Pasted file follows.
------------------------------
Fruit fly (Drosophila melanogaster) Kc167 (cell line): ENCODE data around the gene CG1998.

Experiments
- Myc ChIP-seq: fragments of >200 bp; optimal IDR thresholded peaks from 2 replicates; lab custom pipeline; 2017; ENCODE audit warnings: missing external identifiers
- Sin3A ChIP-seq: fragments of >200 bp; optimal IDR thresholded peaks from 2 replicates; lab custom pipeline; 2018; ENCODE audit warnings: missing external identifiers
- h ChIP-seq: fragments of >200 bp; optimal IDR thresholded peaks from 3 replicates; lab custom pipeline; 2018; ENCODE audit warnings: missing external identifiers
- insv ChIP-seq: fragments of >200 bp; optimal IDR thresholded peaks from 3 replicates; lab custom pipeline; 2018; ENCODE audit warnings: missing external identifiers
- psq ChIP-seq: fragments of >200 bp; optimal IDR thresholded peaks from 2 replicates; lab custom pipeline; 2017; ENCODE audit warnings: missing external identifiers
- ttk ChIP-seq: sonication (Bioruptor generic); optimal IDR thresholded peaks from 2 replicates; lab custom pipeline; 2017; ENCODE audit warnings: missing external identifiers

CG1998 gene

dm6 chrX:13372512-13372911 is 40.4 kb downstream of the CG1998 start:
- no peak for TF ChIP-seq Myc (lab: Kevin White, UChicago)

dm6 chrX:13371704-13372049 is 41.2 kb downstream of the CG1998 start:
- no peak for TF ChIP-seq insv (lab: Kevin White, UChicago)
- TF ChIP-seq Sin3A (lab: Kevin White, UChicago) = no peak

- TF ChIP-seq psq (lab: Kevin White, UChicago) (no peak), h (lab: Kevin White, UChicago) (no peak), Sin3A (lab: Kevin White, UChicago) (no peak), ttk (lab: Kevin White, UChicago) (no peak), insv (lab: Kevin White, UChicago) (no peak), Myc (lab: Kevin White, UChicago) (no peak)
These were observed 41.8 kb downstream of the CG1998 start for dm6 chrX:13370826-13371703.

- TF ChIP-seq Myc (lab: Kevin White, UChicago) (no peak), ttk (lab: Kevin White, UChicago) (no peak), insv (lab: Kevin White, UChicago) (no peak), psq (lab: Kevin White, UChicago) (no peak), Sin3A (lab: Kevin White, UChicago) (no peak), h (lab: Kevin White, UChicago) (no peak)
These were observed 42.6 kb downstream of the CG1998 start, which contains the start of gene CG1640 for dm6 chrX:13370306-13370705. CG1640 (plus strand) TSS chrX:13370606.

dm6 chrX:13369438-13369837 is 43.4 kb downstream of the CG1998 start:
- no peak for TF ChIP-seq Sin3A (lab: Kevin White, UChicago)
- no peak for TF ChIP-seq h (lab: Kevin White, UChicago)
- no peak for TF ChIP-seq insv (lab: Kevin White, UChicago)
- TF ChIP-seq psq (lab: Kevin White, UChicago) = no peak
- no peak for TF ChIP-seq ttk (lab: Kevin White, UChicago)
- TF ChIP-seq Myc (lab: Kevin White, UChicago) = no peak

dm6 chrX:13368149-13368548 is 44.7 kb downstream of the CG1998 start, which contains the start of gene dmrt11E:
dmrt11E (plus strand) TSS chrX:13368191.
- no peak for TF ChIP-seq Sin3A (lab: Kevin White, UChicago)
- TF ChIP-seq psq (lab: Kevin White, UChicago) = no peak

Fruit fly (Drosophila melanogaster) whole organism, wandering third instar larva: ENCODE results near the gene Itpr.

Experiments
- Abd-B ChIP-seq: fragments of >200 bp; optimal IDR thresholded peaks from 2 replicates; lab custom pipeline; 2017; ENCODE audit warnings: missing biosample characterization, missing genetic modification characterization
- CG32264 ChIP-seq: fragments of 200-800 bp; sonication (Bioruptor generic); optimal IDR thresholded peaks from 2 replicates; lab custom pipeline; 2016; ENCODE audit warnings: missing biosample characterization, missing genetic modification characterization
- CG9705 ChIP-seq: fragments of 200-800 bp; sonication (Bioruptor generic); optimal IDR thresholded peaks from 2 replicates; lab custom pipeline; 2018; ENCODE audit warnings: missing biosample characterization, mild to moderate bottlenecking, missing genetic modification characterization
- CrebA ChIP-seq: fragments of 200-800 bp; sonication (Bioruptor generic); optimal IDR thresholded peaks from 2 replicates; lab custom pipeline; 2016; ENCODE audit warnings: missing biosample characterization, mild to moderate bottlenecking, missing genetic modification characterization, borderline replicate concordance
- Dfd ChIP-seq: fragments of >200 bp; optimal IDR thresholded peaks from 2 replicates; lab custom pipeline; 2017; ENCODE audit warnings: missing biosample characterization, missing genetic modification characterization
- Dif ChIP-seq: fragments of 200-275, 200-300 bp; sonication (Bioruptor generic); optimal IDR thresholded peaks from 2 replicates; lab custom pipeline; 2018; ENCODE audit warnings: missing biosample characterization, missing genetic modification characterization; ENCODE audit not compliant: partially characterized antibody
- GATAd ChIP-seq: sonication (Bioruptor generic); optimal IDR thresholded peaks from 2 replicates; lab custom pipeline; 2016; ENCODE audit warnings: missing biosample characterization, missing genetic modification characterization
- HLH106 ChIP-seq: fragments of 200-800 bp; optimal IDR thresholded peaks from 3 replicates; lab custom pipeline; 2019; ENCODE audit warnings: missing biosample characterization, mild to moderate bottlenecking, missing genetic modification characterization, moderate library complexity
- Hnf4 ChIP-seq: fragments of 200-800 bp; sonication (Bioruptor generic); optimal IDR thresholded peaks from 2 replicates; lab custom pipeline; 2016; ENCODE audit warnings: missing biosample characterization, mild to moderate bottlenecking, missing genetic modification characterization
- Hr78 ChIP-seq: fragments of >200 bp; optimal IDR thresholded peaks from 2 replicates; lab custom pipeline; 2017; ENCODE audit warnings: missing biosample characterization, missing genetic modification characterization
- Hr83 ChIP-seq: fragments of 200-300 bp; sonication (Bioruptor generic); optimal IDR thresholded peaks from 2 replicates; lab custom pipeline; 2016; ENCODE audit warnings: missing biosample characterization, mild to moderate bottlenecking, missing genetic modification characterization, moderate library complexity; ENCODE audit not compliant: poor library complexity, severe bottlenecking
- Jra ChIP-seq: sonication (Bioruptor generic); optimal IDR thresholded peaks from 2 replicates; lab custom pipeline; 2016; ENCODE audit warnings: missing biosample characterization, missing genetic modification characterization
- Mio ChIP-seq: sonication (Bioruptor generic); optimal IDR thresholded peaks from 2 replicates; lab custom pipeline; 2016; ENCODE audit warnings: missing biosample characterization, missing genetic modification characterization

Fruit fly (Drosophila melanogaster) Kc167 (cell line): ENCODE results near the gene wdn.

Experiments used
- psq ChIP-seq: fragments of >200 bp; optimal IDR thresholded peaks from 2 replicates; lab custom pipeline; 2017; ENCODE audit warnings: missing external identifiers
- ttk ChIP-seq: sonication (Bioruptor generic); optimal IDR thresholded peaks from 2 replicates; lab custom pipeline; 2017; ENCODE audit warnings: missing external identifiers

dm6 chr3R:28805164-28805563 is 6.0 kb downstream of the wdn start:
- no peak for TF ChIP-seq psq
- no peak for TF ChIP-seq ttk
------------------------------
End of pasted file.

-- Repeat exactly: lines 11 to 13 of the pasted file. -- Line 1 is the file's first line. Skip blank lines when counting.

- no peak for TF ChIP-seq Myc (lab: Kevin White, UChicago)

dm6 chrX:13371704-13372049 is 41.2 kb downstream of the CG1998 start:
- no peak for TF ChIP-seq insv (lab: Kevin White, UChicago)